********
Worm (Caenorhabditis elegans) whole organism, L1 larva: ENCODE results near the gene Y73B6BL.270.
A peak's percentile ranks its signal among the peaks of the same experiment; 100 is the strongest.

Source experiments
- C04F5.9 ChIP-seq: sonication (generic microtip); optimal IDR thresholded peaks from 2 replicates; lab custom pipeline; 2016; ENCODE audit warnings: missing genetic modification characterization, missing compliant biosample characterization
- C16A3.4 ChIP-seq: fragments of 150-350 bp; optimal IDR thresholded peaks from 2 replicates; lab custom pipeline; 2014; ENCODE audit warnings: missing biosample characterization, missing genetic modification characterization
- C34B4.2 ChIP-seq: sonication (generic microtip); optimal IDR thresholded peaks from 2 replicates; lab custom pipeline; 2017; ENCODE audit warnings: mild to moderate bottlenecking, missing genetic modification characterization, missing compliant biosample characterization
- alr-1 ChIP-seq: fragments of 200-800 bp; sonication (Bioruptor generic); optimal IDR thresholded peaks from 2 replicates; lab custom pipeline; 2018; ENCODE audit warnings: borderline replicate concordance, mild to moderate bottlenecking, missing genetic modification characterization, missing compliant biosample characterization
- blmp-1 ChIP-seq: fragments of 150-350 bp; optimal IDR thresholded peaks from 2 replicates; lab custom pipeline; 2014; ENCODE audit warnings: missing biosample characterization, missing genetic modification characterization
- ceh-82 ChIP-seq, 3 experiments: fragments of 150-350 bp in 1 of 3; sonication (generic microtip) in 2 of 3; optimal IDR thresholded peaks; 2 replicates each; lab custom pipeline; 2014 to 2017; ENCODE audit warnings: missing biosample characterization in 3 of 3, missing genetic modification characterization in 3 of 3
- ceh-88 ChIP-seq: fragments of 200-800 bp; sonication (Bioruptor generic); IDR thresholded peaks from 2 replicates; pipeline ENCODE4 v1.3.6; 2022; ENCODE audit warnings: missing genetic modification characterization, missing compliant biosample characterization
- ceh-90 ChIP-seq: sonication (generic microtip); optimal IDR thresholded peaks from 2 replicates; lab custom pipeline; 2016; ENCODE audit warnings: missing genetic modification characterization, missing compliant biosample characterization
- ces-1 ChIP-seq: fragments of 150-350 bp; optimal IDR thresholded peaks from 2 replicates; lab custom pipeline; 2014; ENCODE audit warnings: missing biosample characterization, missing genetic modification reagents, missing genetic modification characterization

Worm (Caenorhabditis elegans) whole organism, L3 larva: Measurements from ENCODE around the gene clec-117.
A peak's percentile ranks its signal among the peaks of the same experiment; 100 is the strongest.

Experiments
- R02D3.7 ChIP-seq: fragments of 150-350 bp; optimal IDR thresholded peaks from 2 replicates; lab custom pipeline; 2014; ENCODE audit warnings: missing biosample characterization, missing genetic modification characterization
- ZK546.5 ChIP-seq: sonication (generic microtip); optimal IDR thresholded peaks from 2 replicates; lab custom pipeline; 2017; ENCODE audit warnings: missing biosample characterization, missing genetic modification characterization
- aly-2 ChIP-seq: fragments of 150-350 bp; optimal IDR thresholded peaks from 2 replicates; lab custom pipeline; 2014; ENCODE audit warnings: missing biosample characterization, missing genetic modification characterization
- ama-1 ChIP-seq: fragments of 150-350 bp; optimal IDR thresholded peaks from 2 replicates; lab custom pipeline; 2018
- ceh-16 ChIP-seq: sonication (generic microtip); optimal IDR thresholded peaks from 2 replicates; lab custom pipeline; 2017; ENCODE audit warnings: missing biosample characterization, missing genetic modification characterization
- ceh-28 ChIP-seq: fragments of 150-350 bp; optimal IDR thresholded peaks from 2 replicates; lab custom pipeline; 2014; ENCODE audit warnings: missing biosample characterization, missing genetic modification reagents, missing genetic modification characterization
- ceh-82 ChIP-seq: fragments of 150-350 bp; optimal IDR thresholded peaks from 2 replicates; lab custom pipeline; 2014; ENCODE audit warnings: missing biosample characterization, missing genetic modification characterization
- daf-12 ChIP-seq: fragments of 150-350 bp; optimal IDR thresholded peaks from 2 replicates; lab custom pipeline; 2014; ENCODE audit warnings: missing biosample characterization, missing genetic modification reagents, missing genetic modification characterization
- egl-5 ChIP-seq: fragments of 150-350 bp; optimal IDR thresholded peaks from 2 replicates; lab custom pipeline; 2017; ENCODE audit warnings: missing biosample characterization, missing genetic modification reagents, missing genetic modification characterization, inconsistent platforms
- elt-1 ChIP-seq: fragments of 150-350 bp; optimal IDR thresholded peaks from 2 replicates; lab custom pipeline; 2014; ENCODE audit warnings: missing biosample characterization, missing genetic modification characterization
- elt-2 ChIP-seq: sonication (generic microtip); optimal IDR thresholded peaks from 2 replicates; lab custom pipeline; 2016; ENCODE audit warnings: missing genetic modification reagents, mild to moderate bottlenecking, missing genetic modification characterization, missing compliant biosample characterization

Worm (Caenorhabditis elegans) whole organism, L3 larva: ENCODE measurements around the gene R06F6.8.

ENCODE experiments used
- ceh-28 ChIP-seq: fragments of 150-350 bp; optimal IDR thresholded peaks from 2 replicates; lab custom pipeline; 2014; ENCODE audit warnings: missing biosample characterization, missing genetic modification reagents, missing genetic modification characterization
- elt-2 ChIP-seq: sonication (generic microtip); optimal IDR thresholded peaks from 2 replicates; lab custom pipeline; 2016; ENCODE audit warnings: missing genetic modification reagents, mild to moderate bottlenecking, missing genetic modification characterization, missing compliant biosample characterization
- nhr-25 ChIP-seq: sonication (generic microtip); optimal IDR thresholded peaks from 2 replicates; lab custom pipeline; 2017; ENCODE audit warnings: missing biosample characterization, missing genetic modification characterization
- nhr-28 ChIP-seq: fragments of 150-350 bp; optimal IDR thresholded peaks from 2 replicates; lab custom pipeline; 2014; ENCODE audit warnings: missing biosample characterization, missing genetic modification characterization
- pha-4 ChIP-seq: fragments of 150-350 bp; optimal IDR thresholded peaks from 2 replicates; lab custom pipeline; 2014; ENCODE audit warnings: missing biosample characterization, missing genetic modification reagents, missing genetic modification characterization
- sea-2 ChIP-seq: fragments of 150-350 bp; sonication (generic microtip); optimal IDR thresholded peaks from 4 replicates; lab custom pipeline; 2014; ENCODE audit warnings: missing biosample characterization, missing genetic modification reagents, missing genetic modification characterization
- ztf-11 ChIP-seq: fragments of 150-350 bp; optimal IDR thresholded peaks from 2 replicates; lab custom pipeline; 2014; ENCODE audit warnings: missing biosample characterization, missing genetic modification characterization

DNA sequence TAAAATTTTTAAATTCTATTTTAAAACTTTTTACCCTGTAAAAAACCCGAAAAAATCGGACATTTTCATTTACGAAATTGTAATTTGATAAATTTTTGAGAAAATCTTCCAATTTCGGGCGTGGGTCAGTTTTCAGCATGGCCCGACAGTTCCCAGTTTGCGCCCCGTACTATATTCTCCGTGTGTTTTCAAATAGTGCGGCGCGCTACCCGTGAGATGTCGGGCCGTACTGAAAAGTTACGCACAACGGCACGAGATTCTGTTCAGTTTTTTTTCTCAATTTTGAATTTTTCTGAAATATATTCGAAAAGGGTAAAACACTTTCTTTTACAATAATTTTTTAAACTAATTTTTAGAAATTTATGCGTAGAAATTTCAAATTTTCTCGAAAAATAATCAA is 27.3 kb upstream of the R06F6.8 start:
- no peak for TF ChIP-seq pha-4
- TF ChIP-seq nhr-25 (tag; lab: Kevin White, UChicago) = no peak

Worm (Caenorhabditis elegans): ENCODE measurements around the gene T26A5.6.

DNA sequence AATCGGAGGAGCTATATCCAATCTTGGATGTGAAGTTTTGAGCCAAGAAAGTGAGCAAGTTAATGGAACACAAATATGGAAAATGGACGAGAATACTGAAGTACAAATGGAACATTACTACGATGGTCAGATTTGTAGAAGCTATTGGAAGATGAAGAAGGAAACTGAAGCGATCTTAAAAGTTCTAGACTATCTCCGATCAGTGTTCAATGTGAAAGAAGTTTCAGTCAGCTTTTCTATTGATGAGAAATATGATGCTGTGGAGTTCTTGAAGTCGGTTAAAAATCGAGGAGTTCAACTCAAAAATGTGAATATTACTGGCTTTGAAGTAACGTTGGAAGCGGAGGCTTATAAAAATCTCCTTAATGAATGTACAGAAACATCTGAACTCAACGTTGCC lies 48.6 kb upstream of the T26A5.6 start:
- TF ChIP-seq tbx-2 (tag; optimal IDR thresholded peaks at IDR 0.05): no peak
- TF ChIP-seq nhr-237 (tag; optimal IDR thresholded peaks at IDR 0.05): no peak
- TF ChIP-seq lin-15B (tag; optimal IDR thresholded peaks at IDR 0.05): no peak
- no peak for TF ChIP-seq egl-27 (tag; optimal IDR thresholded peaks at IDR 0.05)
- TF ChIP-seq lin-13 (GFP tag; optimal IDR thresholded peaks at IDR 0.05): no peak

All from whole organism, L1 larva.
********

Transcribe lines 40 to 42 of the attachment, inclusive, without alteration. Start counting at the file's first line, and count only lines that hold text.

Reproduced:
DNA sequence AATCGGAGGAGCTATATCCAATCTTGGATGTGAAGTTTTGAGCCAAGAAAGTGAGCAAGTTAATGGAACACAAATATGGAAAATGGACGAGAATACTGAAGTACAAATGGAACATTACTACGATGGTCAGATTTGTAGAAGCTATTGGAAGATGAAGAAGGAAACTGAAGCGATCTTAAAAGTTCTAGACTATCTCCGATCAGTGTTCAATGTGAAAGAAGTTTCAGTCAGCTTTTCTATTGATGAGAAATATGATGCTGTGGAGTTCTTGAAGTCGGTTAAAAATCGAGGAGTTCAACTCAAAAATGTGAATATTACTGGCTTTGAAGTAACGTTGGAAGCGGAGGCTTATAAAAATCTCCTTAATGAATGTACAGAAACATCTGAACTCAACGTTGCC lies 48.6 kb upstream of the T26A5.6 start:
- TF ChIP-seq tbx-2 (tag; optimal IDR thresholded peaks at IDR 0.05): no peak
- TF ChIP-seq nhr-237 (tag; optimal IDR thresholded peaks at IDR 0.05): no peak